- Gebundene Ausgabe: 396 Seiten
- Verlag: Simon & Schuster; Auflage: First Edition (1. Dezember 1999)
- Sprache: Englisch
- ISBN-10: 0684814811
- ISBN-13: 978-0684814810
- Größe und/oder Gewicht: 16,5 x 3,2 x 25,4 cm
- Durchschnittliche Kundenbewertung: 3 Kundenrezensionen
- Amazon Bestseller-Rang: Nr. 691.076 in Fremdsprachige Bücher (Siehe Top 100 in Fremdsprachige Bücher)
- Komplettes Inhaltsverzeichnis ansehen
Minds, Machines and the Multiverse: The Quest for the Quantum Computer (Englisch) Gebundenes Buch – 1. Dezember 1999
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Just how smart can computers get? Science journalist Julian Brown takes a hard look at the spooky world of quantum computation in Minds, Machines, and the Multiverse--and his report is optimistic. Based in large part on the groundbreaking work of David Deutsch, the book mostly sidesteps the shouting matches of the AI debate and instead explores the history of computation and quantum theory before turning to the exciting advances likely to come out of their merger. While some readers might cringe at the blithe dismissal of classical computing as a relic, Brown shows us why quantum computing is faster and more powerful, and is a good candidate for replacing its predecessor.
The author doesn't pull any mathematical punches, but injects enough humor and personalization into his writing to keep the book from crumbling to dust. Indeed, portraits of such luminaries as Deutsch and Feynman are more engaging than those found in some biographies and are enlightening on their own. But the real power and charm of Brown's prose lie in its straightforward explanation of the arcane details of the multiple-worlds theory, "qubits," and quantum logic in language any informed reader can understand. There are more questions than answers in Minds, Machines, and the Multiverse, but the questions are profoundly satisfying all by themselves. --Rob Lightner
Charles H. Bennett IBM Fellow, Thomas J. Watson Research CenterAn eminently readable account of recent developments in quantum information science, their philosophical implications, and what (if any) relation quantum mechanics might have to human consciousness.Alle Produktbeschreibungen
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for the professional.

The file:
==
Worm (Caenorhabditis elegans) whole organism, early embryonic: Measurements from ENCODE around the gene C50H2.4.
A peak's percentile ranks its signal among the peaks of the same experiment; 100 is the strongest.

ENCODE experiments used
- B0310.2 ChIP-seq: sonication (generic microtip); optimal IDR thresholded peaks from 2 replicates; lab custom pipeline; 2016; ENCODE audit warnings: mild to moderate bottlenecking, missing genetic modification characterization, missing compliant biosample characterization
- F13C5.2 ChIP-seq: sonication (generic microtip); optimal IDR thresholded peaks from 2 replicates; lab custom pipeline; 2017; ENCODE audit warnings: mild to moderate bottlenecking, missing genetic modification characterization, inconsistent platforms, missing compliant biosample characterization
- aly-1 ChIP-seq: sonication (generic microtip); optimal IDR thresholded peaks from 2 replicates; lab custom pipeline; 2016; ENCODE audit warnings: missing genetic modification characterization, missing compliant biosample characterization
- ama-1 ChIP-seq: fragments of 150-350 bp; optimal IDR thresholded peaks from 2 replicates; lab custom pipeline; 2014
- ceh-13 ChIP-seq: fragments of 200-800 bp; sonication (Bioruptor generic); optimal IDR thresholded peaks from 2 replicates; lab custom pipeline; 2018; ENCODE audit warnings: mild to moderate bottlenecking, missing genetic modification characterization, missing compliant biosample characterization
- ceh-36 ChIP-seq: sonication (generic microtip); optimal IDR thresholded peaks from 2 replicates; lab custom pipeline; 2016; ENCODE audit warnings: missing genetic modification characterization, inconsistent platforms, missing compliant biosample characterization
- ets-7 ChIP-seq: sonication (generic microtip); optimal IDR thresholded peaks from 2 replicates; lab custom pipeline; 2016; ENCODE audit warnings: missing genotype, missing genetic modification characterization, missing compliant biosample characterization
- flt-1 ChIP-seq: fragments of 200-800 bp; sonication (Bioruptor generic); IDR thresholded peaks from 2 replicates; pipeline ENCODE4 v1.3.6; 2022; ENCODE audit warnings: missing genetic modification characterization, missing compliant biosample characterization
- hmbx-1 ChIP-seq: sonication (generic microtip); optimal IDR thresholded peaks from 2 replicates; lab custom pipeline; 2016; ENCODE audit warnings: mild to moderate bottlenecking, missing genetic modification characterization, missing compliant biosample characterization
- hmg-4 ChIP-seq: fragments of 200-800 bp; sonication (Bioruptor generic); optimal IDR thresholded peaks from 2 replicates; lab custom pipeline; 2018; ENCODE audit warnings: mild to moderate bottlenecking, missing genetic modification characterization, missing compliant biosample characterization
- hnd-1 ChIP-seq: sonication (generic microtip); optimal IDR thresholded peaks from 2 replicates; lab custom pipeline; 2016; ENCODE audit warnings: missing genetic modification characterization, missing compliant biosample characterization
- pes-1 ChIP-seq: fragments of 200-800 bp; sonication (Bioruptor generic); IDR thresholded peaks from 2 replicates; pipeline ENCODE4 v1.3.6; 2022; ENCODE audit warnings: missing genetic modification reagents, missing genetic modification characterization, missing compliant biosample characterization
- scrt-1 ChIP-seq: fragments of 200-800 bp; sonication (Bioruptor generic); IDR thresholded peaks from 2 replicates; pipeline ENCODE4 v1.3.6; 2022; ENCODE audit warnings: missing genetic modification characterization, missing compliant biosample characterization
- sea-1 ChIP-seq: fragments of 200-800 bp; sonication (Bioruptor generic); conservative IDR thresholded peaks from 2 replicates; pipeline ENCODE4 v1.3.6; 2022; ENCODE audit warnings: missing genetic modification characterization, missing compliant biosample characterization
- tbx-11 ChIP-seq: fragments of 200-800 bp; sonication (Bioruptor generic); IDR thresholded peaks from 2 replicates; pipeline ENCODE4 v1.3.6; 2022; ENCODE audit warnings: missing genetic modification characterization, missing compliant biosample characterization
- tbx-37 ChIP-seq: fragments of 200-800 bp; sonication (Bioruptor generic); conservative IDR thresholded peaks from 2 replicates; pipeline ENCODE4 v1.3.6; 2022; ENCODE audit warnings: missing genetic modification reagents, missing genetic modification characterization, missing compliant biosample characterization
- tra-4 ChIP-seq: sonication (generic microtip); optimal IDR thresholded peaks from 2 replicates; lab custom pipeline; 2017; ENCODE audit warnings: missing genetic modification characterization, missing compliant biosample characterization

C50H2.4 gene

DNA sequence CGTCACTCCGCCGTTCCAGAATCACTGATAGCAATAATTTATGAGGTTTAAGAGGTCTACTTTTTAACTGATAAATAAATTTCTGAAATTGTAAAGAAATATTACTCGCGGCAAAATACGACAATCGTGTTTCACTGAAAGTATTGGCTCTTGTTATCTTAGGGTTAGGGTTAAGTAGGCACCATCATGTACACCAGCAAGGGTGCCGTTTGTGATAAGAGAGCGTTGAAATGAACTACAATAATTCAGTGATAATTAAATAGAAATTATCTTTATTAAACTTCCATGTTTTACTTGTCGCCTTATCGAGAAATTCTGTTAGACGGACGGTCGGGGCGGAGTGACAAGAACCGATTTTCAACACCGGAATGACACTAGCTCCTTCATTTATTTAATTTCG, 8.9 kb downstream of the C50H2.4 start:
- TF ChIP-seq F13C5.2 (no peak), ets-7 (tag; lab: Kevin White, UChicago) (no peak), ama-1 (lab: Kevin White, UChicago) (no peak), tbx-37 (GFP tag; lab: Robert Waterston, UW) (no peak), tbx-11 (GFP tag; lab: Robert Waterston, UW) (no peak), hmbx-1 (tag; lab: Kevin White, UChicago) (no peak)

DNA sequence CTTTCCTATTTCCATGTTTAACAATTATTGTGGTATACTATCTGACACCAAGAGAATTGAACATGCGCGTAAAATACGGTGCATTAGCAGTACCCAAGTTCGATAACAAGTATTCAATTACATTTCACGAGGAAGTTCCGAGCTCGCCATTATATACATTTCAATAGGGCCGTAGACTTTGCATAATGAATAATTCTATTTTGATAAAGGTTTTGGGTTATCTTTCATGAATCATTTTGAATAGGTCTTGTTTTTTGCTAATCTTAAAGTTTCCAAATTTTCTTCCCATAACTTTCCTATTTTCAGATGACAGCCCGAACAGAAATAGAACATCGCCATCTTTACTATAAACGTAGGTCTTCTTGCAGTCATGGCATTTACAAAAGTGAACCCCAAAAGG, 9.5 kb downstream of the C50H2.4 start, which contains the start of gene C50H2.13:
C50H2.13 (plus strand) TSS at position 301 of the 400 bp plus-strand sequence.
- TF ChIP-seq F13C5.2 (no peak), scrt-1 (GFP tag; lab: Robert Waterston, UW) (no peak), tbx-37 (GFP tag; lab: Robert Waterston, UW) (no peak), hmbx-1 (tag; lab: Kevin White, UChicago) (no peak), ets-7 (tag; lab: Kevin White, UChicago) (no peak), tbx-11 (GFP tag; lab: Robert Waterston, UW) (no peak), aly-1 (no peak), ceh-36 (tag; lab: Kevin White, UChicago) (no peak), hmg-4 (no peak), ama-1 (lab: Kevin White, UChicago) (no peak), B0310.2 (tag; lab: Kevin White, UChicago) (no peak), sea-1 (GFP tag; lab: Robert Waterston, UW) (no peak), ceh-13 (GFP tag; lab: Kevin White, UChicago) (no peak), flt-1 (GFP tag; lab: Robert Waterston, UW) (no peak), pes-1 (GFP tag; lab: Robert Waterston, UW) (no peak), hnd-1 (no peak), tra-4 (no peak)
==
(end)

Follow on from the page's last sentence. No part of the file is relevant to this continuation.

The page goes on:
An astounding composition.
And obviously Julian Browns Minds, Machines and
the Multiverse is such a book. If you want
an accessible guide to the rapidly evolving field
of quantum computers, this is the book to buy.
Brown bedazzle the reader with the number of ideas
he comes up with on almost every page. All ideas somehow
connected under the headline Quantum Computers.
Quantum computing seems to connect computing and
physics in an explosive way. Thought, life and knowledge
these are computational things, whereas the
universe in at its most fundamental level is
physics. So obviously there is a lot to talk about.
And the book does so very elegantly, without ever
loosing track of the fact that this is a book
about quantum computers.
Starting the book I was a bit worried that the book
wouldn't provide a sufficient level of detail about
the quantum computers and instead indulge in
too much speculation. After reading the book I think
it balances factual information with speculation
Ok, Some might want to obtain additional details on
Peter Shors way to factor numbers efficiently on
a quantum computer. The intricacies of NP-complete
problems and quantum computers could have been
explored more. Some of the circuit analysis
could have been dealt with in even greater detail.
And why not write a complete book on competing
technologies for how to build an actual quantum
computer with actual live qubits?
But I guess the book wouldn't have been such a
fine introduction then. Now, The presentation is well
balanced and demonstrates a thorough grasp over
all the many details in the field of quantum computing.
Fascinating general insights on math, computing
and physics makes it a great and insightful read.
While the first and last chapters are quite fascinating, the meat of the book reads like an endless serious of abstracts of articles excerpted from mathematical, physics, and computing journals, separated by droll subheads ("Beam Me Up, Atom by Atom"). The major problem is that Brown doesn't seem to have any particular audience in mind. On the one hand, it's hard to imagine most lay readers sitting through his detailed expositions on various mathematics and physics concepts; on the other, math-savvy readers don't need to be told (to cite just one example) what ASCII is.
It's not just that Brown's book is knee-deep in mathematics, however. In fact, the math presented is really not that difficult--it's just boringly presented. The endless series of Alice, Bob, Carol, and Eve stories has all the verve of the litany of questions on the SAT. (Several times I found myself asking, "Which Bob is this?"). Likewise, the descriptions of logic gates are about as exciting as my college textbooks on linear algebra and number theory. Brown's presentation is hampered further by the lack of a glossary; he repeatedly expects the reader to remember terms he discussed over 100 pages earlier.
In sum, computer programmers and armchair mathematicians looking for a primer on the theoretical underpinnings of quantum computation might find this book a helpful introduction. The general reader, however, will have to wait for a well-written overview of the subject. In the meantime, I recommend "The Fabric of Reality" as a starting point.